In order to make it easier to justify staffing levels, we’d like to see a report that would make a recommendation based off our fleet data (counts, classes, direct hours, etc.)
NAFA Has a great Staffing Guide to work from.
Yep, that’s exactly what I was thinking about using!
I think that this will be a great idea. Old staffing models seem to be off with all the changing times. I am not sure how NAFA does their staffing model but I eagerly await the information for RTA’s version. WA State Transit Association came up with one that works well with larger shops but doesn’t work as well on smaller shops. The challenge for a smaller shops is trying to figure out where they want or need to be with their program.
For example, one shop that I visit takes their wheels and drums off every PM to inspect the brake system. Roughly 4 hours to do this completely.
Another shop looks into the brake area with a flash light and performs their best visual inspection. Roughly 10 minutes.
The time difference between the two is about 4 hours. If I wanted to adopt the long form of a brake system inspection into my PM, how do I justify that with staffing guide?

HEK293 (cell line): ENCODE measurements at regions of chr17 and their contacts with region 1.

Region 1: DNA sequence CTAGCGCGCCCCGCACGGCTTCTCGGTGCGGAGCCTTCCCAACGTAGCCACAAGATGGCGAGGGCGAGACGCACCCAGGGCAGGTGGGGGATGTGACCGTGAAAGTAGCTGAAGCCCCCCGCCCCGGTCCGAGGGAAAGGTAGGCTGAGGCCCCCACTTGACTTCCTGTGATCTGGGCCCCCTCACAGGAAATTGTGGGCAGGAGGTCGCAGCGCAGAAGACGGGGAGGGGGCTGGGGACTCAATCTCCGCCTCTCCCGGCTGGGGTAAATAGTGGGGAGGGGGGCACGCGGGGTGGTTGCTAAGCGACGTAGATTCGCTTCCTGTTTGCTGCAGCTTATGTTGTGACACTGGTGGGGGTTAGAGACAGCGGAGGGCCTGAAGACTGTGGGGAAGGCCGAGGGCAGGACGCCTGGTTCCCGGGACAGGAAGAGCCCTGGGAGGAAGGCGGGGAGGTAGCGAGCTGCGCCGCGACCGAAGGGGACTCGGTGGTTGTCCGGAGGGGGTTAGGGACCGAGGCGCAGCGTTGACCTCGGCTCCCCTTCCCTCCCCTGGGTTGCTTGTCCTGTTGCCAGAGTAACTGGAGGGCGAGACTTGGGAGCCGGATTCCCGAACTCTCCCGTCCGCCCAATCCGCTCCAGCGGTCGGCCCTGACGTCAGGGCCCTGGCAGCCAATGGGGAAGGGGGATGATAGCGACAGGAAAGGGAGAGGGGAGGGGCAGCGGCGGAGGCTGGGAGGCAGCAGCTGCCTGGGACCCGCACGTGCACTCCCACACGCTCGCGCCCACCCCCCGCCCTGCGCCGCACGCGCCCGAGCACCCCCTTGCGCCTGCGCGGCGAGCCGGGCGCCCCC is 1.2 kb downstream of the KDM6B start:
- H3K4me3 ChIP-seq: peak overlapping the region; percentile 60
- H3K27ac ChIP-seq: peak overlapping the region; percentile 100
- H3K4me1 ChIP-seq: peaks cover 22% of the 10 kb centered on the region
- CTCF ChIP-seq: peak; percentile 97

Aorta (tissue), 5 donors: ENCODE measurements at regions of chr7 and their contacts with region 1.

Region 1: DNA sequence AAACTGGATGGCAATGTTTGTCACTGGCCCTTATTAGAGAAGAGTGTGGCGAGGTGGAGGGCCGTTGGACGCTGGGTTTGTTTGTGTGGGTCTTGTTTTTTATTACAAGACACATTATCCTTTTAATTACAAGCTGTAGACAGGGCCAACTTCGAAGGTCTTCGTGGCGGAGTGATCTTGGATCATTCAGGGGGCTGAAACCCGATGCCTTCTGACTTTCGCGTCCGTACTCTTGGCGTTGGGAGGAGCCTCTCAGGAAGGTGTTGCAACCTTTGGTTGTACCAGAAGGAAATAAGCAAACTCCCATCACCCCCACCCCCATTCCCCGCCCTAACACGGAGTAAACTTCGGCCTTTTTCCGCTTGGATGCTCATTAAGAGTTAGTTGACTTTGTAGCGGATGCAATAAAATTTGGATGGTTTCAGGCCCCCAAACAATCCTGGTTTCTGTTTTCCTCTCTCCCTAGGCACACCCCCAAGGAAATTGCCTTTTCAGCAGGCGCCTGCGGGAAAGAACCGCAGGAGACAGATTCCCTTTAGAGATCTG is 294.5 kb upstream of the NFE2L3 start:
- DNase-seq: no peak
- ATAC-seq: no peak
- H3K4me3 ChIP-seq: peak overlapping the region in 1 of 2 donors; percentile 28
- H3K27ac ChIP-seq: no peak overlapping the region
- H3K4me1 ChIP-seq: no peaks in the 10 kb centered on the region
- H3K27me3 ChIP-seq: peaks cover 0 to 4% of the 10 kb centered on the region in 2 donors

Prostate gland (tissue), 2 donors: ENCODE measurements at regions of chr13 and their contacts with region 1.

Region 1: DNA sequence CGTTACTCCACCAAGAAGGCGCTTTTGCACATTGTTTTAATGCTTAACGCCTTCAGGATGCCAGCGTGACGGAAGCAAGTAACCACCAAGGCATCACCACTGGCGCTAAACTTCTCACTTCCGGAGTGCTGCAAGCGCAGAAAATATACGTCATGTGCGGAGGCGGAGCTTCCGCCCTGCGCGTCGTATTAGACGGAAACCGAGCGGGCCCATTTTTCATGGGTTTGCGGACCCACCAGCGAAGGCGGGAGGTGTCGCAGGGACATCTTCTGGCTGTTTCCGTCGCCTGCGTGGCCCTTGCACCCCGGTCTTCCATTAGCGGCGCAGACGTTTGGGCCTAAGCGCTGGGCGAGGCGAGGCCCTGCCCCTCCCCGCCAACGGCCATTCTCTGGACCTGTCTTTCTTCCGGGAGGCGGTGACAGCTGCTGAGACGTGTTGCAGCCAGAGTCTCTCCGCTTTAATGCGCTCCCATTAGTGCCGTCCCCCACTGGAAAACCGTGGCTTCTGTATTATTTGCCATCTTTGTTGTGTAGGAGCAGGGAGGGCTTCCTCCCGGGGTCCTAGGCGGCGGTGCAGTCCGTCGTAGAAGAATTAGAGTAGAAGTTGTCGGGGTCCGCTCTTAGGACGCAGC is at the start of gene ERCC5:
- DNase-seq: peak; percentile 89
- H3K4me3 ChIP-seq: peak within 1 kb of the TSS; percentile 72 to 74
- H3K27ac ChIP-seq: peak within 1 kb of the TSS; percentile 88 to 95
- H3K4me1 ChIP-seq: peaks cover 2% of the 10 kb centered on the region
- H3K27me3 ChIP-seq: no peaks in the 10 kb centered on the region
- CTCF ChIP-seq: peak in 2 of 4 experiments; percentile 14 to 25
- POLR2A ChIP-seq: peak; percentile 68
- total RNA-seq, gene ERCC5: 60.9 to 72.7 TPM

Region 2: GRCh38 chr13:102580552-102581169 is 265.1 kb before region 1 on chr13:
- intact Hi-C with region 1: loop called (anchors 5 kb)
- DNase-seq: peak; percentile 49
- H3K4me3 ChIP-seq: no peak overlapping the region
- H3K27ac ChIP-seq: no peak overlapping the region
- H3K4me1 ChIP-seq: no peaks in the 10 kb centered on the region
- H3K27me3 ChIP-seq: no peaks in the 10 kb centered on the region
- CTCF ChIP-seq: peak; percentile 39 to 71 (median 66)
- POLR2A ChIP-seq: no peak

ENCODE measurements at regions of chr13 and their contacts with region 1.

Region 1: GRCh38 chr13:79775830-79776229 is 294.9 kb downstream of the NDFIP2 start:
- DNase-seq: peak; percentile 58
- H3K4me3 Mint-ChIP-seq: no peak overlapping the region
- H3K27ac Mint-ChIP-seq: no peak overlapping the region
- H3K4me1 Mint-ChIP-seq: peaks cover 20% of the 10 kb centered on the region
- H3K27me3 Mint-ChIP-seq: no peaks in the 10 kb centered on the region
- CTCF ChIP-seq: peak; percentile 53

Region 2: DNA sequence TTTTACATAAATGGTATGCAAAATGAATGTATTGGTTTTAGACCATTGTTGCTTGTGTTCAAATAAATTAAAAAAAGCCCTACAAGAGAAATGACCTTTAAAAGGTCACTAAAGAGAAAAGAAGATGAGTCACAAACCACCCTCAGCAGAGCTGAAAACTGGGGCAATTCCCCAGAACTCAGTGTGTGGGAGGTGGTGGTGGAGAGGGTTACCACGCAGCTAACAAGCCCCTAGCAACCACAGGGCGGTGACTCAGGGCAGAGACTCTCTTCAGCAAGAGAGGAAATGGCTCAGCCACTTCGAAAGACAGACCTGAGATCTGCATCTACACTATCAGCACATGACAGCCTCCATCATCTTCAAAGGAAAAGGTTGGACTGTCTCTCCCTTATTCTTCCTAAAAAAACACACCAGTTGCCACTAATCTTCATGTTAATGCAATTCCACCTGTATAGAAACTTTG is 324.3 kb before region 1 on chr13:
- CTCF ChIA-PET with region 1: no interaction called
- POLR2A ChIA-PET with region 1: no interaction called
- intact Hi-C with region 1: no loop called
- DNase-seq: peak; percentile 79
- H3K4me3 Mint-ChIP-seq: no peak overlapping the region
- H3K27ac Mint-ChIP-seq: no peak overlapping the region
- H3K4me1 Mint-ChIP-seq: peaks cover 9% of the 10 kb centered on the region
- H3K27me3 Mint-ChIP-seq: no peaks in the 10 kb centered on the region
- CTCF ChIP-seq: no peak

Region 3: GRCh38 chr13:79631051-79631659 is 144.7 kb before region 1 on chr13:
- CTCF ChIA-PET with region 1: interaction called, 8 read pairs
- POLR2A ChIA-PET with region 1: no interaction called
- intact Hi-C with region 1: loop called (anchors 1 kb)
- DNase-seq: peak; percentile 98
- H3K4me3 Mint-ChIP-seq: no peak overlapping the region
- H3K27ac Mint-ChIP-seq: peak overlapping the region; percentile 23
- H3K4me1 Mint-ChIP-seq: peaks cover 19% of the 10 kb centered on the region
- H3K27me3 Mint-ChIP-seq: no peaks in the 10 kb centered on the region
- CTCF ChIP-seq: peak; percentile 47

Another example might be that a shop is short staff and have been short cutting non essential maintenance so that they can keep enough vehicles on the road. How do you use statistics to show where your staffing levels should be?
Not having data to back your request for increasing staff is an uphill battle. When maintenance isn’t failing in their mission, its hard to justify more staff. When morale goes down due to consistently high workload, how does that factor in the data? I believe Preventative Maintenance isn’t for just equipment, its for people as well.
More questions then answers here but when times are changing, companies are changing, people are changing, technology changes, thoughts and ideas must change to provide new solutions. I hope that this causes some discussion and aids in the new staffing model.